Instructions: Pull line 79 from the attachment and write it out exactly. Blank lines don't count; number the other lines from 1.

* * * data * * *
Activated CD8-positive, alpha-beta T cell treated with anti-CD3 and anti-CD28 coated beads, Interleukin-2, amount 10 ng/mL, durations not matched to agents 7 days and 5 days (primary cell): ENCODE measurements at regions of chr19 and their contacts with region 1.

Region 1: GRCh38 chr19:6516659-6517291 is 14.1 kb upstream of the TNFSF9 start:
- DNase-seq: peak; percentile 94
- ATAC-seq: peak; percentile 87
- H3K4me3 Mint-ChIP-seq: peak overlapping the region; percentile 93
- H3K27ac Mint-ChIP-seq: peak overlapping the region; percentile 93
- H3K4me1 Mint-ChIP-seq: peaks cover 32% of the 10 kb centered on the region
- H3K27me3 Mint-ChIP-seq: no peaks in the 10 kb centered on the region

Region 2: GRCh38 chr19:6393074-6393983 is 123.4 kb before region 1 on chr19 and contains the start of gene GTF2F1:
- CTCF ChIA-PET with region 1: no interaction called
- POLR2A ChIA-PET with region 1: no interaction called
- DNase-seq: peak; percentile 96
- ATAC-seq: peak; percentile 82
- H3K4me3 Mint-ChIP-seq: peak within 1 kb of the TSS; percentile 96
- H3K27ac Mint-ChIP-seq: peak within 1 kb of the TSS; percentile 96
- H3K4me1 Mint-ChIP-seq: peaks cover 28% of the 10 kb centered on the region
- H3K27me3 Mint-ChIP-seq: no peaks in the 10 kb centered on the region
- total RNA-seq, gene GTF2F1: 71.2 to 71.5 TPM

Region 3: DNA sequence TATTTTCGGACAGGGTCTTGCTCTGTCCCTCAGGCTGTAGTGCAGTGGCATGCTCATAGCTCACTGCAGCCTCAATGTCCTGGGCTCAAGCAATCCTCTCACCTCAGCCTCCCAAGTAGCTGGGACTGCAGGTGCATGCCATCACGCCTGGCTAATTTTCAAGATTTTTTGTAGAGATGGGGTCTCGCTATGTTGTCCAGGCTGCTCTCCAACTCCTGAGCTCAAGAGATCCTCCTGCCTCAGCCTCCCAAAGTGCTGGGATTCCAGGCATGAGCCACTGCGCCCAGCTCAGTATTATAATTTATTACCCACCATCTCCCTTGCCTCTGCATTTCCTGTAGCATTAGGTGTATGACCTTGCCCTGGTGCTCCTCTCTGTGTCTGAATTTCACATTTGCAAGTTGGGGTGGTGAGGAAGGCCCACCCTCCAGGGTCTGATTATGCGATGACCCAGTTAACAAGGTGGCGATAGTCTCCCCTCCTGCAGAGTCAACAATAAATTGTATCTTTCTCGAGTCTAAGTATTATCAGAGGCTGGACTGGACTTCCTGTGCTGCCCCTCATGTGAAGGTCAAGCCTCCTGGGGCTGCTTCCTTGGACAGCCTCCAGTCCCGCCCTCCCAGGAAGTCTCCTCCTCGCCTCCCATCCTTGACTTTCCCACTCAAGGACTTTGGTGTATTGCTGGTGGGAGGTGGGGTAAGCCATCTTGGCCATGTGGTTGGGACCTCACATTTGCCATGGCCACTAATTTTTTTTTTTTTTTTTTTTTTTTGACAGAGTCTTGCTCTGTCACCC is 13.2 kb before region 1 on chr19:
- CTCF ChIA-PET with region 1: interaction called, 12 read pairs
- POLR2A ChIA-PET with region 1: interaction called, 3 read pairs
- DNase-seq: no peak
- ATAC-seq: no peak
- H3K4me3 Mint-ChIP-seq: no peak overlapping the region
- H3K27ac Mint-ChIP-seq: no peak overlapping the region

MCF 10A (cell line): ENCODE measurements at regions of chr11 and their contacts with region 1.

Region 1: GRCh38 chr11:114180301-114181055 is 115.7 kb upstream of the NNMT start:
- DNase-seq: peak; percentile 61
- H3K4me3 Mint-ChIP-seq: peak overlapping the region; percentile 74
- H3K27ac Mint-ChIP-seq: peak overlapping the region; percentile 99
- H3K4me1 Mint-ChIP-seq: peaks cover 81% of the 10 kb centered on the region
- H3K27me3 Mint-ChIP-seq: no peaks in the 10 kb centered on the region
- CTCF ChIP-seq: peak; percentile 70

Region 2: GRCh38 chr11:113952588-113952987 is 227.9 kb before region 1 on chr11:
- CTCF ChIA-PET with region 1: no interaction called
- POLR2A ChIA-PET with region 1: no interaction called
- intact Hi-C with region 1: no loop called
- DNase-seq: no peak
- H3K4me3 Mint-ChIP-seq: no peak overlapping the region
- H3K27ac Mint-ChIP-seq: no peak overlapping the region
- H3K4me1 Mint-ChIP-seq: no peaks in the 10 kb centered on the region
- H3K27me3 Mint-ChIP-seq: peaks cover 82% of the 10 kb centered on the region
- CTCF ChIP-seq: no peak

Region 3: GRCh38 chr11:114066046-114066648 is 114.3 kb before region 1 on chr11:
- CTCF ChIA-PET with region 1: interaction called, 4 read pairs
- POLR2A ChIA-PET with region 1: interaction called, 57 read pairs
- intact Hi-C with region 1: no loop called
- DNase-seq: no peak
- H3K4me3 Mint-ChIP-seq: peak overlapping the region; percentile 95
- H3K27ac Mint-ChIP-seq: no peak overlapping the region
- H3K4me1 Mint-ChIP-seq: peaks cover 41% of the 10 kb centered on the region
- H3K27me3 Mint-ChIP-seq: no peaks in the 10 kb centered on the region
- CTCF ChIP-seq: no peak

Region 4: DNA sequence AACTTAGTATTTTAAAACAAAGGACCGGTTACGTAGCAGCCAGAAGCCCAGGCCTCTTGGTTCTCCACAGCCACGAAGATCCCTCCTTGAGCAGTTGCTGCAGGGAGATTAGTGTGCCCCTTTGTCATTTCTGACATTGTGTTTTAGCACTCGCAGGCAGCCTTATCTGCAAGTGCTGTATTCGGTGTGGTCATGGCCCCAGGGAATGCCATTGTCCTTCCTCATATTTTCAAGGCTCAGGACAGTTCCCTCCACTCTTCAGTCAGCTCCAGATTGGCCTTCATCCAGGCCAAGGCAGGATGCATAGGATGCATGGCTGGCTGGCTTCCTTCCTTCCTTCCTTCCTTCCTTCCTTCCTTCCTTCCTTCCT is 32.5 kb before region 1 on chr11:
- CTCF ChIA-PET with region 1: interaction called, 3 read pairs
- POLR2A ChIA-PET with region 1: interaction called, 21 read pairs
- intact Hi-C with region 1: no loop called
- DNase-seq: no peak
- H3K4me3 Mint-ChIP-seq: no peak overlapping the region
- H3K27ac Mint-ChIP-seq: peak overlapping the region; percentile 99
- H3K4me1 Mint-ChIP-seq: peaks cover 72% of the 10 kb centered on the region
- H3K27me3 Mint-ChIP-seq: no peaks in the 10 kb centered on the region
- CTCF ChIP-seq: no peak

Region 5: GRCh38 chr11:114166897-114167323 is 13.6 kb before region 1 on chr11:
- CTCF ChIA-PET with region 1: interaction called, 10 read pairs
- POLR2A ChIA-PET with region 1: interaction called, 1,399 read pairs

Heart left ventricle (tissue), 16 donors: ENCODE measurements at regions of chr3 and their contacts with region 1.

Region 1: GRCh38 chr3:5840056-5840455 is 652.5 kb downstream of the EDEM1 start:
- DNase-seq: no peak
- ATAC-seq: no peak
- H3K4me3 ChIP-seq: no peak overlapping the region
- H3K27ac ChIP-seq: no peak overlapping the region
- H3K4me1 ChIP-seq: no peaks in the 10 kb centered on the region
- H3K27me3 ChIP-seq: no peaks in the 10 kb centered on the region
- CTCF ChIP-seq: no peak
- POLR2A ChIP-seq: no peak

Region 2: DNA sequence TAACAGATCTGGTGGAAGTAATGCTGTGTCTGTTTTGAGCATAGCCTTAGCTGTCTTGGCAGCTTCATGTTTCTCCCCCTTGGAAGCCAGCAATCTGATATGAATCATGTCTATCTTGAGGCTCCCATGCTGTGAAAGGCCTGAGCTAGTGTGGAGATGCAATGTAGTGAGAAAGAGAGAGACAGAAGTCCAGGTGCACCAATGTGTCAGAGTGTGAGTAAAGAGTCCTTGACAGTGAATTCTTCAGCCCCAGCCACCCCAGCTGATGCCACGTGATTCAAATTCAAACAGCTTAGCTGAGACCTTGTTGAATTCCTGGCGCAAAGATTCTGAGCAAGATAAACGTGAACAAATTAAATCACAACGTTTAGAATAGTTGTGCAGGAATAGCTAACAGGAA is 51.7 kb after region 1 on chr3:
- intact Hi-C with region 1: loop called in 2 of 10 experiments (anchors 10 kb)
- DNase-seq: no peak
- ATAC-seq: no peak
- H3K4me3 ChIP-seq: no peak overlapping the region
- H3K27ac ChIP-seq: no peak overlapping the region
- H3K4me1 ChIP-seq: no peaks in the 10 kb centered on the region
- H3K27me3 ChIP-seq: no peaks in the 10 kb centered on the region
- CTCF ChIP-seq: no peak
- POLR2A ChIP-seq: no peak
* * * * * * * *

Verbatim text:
- DNase-seq: no peak